I’d been on the road for a couple of weeks and returned home to Wonboyn Lake to recharge my batteries.
“Pam the Postmistress has an unusual baby bird,” my husband added as he gave me all the news. “She’s not sure what it is and neither do most of the locals.”
I hot-footed it over to the Wonboyn Store to check out this mystery bird, camera at the ready to record the event.
Pam had cared for injured and orphaned wildlife for years and was always the first port of call for any animal or bird in distress. Her home – rescue central – became a crèche for baby birds as their stressed out parents utilised her back veranda as a drop off point for baby magpies, lorikeets and parrots. The adult birds would leave their babies in her care as they had a day away looking for food and perhaps some peace and quiet.
I was not surprised that a local had dropped in this new chick – and was curious to see what she had rescued this time. Wonboyn Lake, on the edge of the Nadgee Wilderness area, has quite a list of predators putting orphaned animals and birds at risk. Dingoes, foxes and birds of prey are high on the list with humans travelling a little fast in their cars a hazard too. Pam and other caring locals often rescued animals and birds needing human help.
In Pam’s lounge room settled snugly in a nest of soft fabric on the floor was the new arrival.
“What is this one Susie?” Pam asked as she lifted the very young chick out for me to examine.
The gawky chick resting in the palm of her hand was the most beautifully, ugly baby bird l had ever seen. On its shiny, red, bald domed head sat a shock of downy fluff. Blue sticks fanned across its body with no feathers formed as yet on what one day would be wings.
Pam gently sat the chick on the carpet and instantly it was clear that she had a baby lyrebird, as it attempted to raise itself up on quite long legs. Its elongated feet and claws made it easy to identify. The chick was a very vulnerable young one. It was clearly in need of care.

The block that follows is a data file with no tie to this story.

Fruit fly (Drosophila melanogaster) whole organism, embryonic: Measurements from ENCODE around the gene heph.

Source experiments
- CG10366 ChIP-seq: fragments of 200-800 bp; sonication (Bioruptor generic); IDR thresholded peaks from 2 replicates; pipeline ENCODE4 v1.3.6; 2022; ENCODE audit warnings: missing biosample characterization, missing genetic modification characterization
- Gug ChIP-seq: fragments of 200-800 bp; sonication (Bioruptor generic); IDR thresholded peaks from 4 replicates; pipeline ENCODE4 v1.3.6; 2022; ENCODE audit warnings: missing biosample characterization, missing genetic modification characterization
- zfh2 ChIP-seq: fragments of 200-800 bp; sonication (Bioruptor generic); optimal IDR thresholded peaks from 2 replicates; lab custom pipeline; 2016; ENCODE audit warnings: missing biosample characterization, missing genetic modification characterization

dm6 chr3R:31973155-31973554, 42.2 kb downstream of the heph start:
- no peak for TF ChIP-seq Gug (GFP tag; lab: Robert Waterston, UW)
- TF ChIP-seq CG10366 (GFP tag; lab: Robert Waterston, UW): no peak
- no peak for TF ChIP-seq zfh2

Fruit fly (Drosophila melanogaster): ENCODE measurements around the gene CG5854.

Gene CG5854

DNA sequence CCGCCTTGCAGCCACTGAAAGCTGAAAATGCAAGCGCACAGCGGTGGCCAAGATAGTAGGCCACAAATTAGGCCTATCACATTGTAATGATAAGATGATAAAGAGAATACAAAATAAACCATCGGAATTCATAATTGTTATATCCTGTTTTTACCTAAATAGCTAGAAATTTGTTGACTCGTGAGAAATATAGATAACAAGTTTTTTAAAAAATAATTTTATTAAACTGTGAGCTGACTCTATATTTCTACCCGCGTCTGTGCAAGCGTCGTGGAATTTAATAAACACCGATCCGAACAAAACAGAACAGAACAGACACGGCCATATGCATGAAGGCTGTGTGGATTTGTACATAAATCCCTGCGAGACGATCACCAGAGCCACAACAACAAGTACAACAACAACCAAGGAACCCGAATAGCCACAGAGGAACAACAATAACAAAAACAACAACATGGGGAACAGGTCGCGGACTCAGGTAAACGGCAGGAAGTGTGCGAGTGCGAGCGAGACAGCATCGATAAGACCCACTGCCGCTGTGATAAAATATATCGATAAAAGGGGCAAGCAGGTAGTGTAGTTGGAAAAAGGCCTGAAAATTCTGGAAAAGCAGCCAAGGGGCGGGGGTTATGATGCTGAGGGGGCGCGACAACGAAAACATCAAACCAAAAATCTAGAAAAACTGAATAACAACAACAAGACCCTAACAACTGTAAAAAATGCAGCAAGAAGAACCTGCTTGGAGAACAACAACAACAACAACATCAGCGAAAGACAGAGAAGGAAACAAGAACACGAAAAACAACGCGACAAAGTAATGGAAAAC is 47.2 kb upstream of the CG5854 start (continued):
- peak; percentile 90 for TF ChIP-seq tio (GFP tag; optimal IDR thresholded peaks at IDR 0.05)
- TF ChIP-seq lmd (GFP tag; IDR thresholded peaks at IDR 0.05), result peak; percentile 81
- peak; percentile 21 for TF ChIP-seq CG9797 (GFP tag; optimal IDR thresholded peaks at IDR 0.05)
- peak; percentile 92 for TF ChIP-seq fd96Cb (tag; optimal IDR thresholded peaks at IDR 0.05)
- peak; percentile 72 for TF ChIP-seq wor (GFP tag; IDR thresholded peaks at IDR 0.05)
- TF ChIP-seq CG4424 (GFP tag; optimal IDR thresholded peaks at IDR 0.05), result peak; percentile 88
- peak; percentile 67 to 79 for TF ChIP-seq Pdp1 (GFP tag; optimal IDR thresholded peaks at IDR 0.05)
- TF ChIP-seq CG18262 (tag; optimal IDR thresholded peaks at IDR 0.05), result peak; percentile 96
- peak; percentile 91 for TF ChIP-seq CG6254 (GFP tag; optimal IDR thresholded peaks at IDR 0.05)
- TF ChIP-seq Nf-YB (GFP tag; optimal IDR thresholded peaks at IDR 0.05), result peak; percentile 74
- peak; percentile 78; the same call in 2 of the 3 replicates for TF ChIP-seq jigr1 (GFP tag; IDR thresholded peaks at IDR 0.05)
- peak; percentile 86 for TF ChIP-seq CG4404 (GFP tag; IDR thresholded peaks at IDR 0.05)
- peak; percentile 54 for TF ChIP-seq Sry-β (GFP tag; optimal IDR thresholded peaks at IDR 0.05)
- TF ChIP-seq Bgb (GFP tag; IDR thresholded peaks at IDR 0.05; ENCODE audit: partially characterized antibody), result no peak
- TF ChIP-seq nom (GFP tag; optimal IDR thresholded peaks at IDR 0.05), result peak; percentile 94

“It was found under a local’s washing line so they dropped it in for me to save. We don’t think it would have lasted long on its own,” Pam said, worried.
We discussed food sources and l suggested worms as her best bet. She had spent a small fortune over a few days on mealy worms and was concerned that she might have misjudged the dietary needs of this hungry baby bird.
I had met an orphaned lyrebird many years ago at the Healesville Sanctuary – Chook was raised from an egg and quickly imprinted on humans showing interest in selected visitors to his walkthrough aviary. I wandered into his enclosure and in a flash he perched on my arm and started displaying. It was an amazing experience.
I could see that this little chap had formed quite an attachment to Pam in the few days it had been in her care. I dangled a worm enticingly above its little beak and it ate the worm with enjoyment. Water was dribbled into its gaping beak with an eyedropper. It waddled across to Pam like a toddler taking his first steps as soon as she appeared in the little chick’s line of vision.
Years ago l had briefly saw an older chick on the Wonboyn Road only to see it disappear into the bush when l stopped the car – this little bloke was the youngest lyrebird l had ever met. I quickly took as many photos as l could without disturbing him too much.
Pam was concerned about his diet and realised, with Christmas approaching and her family due with their dogs, that raising this little chick was simply not an option.
Our local WIRES carers were more than happy to complete the rescue of our littlest lyrebird – the first they had cared for as well. We are blessed to have such dedicated and well informed people living not far from us. The tiny chick is being cared for on a bushland retreat and will be released back into his home area when fully grown.

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